The Tent

“I got into an argument with a girlfriend inside of a tent.  That’s a bad place for an argument, ‘cause then I tried to walk out and slam the flap.  How are you supposed to express your anger in this situation?  Zipper it up really quick?”  These are Mitch Hedberg’s words, but at the moment I could relate to them. Continue reading

Low Save, High Focus

Low saves are fun!

So why am I shouting “ne!” (“no!” in Bulgarian) over and over in this video? Because I’m in the middle of one of four FAI triangle record attempts I did last week, it’s the middle of the day, and I’m refusing to obey this stupid law of gravity, which appears to be at such odds with my ambitions. Continue reading

The Step – 6000m at Lalibela, Ethiopia

After a week of driving and flying over giant canyons and plateaus, we had reached the end of the Ethiopian highlands.  Now, 2000m above that last 4000m ridge, we were riding the better side of a giant step in the atmosphere.  To the east, the terrain was dropping towards the lowlands of east Ethiopia and the sub-sea-level volcanoes in the Danakil depression, then the Red Sea and the Indian Ocean.  So we were flying at the meeting point of two great air masses – the dry one of the highlands and the moist one of the Indian Ocean – and our cloud base was 2000m higher than the sea of cumulus in our feet; we were at 6000m!   Continue reading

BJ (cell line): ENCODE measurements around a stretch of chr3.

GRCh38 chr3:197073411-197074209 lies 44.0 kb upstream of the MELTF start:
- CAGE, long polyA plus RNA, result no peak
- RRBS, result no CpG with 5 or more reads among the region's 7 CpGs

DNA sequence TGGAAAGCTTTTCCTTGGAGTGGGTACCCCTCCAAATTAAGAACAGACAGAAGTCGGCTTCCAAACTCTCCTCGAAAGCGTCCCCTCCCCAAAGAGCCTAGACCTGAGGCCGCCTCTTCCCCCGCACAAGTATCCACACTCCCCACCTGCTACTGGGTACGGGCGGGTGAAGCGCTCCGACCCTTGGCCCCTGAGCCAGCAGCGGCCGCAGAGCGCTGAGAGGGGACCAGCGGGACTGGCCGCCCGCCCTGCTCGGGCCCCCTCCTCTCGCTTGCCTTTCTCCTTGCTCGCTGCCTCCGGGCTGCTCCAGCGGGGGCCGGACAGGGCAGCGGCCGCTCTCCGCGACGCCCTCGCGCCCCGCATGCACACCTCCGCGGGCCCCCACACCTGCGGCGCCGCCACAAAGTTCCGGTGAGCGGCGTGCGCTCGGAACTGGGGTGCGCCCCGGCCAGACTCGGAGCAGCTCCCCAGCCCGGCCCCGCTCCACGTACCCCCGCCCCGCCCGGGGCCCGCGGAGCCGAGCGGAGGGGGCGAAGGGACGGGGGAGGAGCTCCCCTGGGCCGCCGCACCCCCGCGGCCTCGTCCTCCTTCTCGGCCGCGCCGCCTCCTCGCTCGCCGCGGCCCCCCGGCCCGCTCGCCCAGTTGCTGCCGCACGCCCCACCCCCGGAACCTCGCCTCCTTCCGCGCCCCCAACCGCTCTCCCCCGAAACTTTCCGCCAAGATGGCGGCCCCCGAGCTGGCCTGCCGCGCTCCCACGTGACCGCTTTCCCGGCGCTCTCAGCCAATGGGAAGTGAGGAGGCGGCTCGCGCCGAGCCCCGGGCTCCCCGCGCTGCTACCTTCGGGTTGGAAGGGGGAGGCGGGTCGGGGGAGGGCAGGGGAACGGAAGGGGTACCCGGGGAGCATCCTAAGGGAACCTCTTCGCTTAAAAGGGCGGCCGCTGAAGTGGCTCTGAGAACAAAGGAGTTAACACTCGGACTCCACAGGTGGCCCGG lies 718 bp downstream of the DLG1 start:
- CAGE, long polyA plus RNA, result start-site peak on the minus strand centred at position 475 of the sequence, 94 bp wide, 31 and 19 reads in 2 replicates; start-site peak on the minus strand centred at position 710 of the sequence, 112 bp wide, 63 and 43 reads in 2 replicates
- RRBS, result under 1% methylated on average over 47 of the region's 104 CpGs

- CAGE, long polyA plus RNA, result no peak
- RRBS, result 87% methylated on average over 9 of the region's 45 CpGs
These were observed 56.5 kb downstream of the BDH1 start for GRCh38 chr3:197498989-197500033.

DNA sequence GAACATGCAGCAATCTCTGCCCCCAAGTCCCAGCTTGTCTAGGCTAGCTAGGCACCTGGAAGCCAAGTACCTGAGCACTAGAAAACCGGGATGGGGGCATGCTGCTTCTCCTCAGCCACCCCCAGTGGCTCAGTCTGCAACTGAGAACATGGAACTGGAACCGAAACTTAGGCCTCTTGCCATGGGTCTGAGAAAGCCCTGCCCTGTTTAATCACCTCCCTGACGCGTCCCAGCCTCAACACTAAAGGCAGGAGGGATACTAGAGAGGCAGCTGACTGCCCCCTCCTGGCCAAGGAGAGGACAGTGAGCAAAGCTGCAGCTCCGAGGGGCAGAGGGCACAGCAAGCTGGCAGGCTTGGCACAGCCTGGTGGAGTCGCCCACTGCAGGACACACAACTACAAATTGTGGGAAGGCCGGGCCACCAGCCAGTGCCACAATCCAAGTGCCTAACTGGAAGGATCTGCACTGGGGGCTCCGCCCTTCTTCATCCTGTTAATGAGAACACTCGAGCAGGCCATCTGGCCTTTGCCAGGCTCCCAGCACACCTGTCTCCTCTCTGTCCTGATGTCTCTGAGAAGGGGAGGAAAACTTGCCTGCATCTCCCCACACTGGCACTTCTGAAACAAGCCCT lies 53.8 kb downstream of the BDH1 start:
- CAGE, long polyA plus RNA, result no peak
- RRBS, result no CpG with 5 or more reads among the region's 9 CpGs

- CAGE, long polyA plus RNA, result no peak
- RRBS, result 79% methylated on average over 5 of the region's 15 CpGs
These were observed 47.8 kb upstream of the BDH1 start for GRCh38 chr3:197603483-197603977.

How races start, hopefully again this summer

And as the start approaches, each of 150 pilots focuses on all the others, that’s how our minds get super powers, connecting into that web, that super body, a collective organism naturally staying high and optimally placed, we all swirling on and on and on, and fighting for position but as gentlemen and friends, and when we hear the beep from our cockpits that means “GO NOW!” we all together turn like sunflowers, all facing in the same direction now and diving into our first glide and into the day’s adventure Continue reading

6000 meters in Ethiopia

The axis of desire rotated to 90 degrees, this XC flight was not about distance, but height.  From the takeoff at 2800m, up to the 6000m cloud base, down to the 3600m village where we stopped to say hi to the locals, and finally off again at sunset to the 2000m valley floor, which even with the sun gone was sending 3m/s thermals in the near-darkness – we sliced through that day like knives through layered cake. Continue reading